The holiday season is well and truly upon us; the time of year to joyfully celebrate timeless holiday traditions. In San Diego, we look forward each year to the annual holiday boat parade—the aquatic version of the famous Macy’s extravaganza.
Then, there are the less agreeable holiday traditions: Time-tested business blunders that occur among the LinkedIn set again and again this time of year. We’ve seen it all.
Here are a few favorites from our "naughty list" files:
Office decorations with a bite
A staff member for one of our long-time clients, a multibillion-dollar revenue services firm, thought it would be nice to ring in the season with festive decorations. The freshly cut, evergreen holiday garland that she brought in and strung throughout the office was received with great cheer until the next day, when, upon arrival, her co-workers found their office space infested with holiday insects!
To combat the new tenants, the office was sprayed with a strong repellent…which led to another staff member protesting concerns of insecticide poisoning…which led to the health and safety officer ordering the entire office space vacated for the rest of the holiday season while the fumes died away. The lesson? Forget going green. Next time, go artificial.
"I'm on a tight schedule"
Who doesn’t love dealing with airports, taxis and the like during this most testing of travel times? So, when one candidate for a Chief Financial Officer search volunteered that he would fly cross country the day before Thanksgiving to meet with the client’s CEO, everyone applauded his courage and appreciated his flexibility.
It was unfortunate, then, that the first words out of his mouth when greeting the CEO were, “I’m on a tight schedule; we need to keep to the agenda.” Any remaining goodwill was lost when he agitatedly stared at his watch during the final 30 of their scheduled 90 minutes together and, with ten minutes to go, declared, “I need to cut this short and make sure I make my return flight.” Next time forget the in-person visit and just send a card.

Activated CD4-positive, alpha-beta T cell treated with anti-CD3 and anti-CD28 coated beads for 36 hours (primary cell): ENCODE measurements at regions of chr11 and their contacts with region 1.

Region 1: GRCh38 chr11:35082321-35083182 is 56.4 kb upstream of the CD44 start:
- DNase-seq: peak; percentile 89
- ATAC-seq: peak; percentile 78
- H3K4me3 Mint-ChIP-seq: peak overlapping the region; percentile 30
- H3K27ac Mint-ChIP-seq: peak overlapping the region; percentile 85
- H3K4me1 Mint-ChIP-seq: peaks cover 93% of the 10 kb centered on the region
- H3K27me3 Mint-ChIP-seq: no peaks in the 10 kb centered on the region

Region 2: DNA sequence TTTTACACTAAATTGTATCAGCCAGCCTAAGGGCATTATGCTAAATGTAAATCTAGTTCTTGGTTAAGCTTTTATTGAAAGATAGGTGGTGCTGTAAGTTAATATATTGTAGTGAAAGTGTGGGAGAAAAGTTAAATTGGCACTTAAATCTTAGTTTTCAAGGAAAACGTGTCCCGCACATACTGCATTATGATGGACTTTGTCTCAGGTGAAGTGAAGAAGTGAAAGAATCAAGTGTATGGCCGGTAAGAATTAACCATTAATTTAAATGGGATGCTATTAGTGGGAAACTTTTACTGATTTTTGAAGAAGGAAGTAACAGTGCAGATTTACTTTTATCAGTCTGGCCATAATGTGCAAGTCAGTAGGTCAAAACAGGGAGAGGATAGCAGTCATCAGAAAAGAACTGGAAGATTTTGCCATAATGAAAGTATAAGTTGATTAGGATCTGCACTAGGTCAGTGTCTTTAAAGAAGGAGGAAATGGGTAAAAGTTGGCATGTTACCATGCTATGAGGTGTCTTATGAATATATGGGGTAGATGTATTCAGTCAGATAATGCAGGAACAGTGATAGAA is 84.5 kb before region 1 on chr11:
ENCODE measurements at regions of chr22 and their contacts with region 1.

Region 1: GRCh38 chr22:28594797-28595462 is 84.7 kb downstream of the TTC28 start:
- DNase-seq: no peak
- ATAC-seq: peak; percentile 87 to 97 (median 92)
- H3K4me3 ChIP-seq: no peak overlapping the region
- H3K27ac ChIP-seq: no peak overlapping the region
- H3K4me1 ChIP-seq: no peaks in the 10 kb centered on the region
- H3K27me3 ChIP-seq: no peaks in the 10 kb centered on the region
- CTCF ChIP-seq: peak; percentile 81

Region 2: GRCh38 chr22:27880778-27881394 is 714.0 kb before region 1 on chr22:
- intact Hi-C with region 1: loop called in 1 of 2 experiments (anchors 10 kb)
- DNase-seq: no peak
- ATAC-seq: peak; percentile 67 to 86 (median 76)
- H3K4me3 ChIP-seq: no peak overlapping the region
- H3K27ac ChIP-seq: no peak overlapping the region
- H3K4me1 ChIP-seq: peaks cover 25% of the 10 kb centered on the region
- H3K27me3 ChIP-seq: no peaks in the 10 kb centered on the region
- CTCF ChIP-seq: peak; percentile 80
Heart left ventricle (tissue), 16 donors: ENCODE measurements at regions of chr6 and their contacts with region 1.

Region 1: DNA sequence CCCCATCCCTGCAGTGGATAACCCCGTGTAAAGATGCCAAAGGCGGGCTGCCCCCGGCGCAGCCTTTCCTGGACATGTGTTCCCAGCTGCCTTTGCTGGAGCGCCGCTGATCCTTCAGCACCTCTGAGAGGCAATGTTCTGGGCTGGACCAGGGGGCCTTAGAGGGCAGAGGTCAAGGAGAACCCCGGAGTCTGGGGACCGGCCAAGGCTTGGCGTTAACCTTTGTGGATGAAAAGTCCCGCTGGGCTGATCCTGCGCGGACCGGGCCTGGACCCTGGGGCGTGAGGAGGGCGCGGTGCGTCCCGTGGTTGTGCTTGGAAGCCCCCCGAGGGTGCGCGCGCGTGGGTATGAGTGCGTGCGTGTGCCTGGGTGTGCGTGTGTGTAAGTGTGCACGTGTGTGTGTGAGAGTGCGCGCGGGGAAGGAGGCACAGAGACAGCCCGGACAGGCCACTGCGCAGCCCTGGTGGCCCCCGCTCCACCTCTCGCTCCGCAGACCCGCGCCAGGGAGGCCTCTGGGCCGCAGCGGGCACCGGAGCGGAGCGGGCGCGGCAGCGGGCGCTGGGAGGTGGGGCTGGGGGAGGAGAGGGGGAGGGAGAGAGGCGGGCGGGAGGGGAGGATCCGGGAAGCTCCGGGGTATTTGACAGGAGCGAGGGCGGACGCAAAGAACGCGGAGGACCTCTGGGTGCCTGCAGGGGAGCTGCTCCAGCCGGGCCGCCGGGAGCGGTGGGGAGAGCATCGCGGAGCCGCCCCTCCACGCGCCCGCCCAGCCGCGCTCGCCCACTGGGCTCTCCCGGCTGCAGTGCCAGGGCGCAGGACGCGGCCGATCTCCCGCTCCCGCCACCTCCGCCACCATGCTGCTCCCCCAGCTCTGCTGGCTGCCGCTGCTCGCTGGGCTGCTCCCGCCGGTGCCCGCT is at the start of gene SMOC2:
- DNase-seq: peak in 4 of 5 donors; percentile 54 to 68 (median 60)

Over-the-top holiday cards
Speaking of cards, the annual ritual of sending out and receiving holiday cards is a classic reminder and expression of the season. While we are certainly guilty of producing (tastefully!) over-the-top holiday cards, there is still a standard etiquette and protocol to be observed.
Don’t confuse the merriment of the season with professionalism in sending follow-ups to interviewers, as one CIO candidate did when sending a cartoon snowman-themed “thank you” to the client executive leadership team—and as nice as it is to send and receive a “family holiday update” letter, Aunt Gladys’ latest antics don’t resonate so well with a client you just met 24 hours before. The lesson? Keep it personable without getting too personal!
It’s universally accepted to wish people good health and happy holidays no matter what specific occasion they observe, so imagine our surprise when, in response to a generic “happy holidays” e-greeting, an otherwise mild-mannered executive emailed back in response, “I don’t celebrate the holidays, I celebrate ____________!” That’s one person on next year’s “naughty” list for sure.
With all that said, don’t forget to embrace and enjoy the camaraderie of the season and best wishes for the holidays!